Video night experiment succeeds

Video Art @ Garrick’s Head Pub, Victoria, BC
Featuring works by Rick Raxlen, Janet Rogers, Scott Amos, Carolyn Doucette, Pamela Millar, Alejandro Valbuena, Constance Cook, Carrotkid Films, and Morgan Tams.

Reviewed by Julian Gunn

I recently attended an experiment. There were no electrodes involved, though electronics played a key role. Open Space Gallery, MediaNet, and the Garrick’s Head Pub hosted a showcase of local video artists.

The Garrick’s Head expansion crowns Bastion Square and has a friendly, over-scale feeling, with a mixture of ordinary seating and enormous banqueting tables attended by stools. Our party of three occupied a corner of one such edifice, facing the large screens arrayed along the south wall above the bar. Another filmmaker (not part of the show, but very friendly) and an artistic associate sat down across from us, and another pair of viewers joined us further down. There was a general sense of creative camaraderie. The evening was a little ad hoc, in that there were no printed programs, but Doug the MC very kindly lent me his script so that I could make notes on the titles and creators of the works.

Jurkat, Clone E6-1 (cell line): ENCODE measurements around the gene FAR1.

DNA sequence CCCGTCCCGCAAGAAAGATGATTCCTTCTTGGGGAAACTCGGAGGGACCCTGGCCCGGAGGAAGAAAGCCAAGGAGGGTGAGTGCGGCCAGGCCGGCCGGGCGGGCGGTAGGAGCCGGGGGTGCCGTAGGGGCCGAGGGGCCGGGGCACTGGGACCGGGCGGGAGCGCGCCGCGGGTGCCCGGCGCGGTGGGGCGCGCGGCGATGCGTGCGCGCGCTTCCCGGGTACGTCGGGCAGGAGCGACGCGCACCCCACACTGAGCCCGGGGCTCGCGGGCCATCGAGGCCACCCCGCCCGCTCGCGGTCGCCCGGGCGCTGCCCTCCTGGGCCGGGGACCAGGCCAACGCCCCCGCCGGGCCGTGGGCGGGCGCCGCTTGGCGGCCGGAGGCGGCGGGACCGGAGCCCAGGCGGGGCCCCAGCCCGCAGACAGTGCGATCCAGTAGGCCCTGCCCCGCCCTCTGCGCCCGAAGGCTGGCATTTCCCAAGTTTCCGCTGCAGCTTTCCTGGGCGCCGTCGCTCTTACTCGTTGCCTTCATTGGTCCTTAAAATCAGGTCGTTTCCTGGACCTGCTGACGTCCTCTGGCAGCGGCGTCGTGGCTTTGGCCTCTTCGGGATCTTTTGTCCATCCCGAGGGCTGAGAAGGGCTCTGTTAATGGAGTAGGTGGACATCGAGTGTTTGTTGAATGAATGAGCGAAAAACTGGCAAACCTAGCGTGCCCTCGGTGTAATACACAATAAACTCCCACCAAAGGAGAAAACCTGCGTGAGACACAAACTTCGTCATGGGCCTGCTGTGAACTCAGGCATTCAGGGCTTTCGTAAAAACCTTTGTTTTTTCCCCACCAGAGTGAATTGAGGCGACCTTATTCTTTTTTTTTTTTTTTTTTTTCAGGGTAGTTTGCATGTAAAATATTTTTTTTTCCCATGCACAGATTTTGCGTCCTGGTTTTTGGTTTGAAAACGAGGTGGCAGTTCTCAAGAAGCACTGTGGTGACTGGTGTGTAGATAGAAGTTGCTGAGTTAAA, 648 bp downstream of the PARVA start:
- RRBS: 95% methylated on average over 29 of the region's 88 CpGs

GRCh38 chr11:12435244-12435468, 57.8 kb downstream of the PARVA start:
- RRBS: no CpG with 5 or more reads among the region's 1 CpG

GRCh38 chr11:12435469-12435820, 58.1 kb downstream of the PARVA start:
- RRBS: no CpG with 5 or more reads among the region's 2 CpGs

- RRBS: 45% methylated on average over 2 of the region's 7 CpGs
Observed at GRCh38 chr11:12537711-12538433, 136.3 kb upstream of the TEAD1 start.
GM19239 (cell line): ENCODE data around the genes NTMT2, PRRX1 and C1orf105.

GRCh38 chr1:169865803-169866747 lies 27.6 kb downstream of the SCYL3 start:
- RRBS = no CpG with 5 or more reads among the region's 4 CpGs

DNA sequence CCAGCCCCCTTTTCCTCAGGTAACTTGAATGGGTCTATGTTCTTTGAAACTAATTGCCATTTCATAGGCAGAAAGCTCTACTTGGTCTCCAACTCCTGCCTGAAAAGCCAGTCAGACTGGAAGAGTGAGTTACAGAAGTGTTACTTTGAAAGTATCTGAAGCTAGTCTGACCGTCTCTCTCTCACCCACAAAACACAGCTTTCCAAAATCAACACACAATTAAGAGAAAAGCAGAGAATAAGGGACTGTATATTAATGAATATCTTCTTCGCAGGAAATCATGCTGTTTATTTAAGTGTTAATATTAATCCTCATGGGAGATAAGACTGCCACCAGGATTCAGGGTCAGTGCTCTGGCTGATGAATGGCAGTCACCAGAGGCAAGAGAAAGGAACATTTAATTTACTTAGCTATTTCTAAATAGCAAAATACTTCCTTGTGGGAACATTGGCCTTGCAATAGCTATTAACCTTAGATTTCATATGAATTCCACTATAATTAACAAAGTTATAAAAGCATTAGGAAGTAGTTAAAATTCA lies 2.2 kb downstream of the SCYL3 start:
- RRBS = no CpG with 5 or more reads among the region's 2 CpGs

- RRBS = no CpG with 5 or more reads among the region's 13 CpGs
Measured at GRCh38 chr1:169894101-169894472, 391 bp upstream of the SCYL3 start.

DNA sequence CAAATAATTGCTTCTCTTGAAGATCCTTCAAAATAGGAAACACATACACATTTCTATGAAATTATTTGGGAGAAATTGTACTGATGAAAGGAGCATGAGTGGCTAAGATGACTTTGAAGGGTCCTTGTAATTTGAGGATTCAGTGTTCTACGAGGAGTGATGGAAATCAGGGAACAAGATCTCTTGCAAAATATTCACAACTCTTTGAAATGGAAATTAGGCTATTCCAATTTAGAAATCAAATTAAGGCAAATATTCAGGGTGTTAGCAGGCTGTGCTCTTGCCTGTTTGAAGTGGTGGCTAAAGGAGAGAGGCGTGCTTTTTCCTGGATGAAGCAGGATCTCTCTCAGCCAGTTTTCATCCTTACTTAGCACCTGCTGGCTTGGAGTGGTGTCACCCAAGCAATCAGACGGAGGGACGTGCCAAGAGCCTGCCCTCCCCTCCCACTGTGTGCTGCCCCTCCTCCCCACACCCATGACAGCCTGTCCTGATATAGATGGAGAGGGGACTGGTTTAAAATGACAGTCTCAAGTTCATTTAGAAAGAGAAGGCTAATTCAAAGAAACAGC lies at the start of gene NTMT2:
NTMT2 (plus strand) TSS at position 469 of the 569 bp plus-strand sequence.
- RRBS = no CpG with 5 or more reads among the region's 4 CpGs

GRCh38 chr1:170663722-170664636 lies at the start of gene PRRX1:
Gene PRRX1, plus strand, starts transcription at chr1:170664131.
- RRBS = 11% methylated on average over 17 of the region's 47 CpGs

The night began with Morgan Tams’ Killer’s Crossing, subtitled “A Pacific Northwestern”–a surreal cow-metal rock opera in miniature, with words and music by Brooke Gallupe (of the late lamented Immaculate Machine). Richard Raxlen‘s playful envisioning of Jane Siberry’s “Everything Reminds Me of My Dog” followed. Raxlen showed two pieces; the second was a visual accompaniment to “Mumbles,” the jazz tune known for its cheerfully incomprehensible vocals, a kind of virtuoso glossolalia. Raxlen’s jumpy, layered lines and half-seen figures worked similarly at the edge of interpretability.

The pub noise sometimes presented a challenge during the quieter or more verbal pieces. Victoria Poet Laureate Janet Rogers‘ contribution, Just Watch, used a simple juxtaposition to powerful effect. Tiny silhouetted figures crossed an unstable surface that seemed to rise and fall above a brightly coloured static scene. I won’t explain the trick of it here, since I found the disorientation so effective, but it’s worth seeking out. Unfortunately, I couldn’t really hear what the speaker in the video was saying.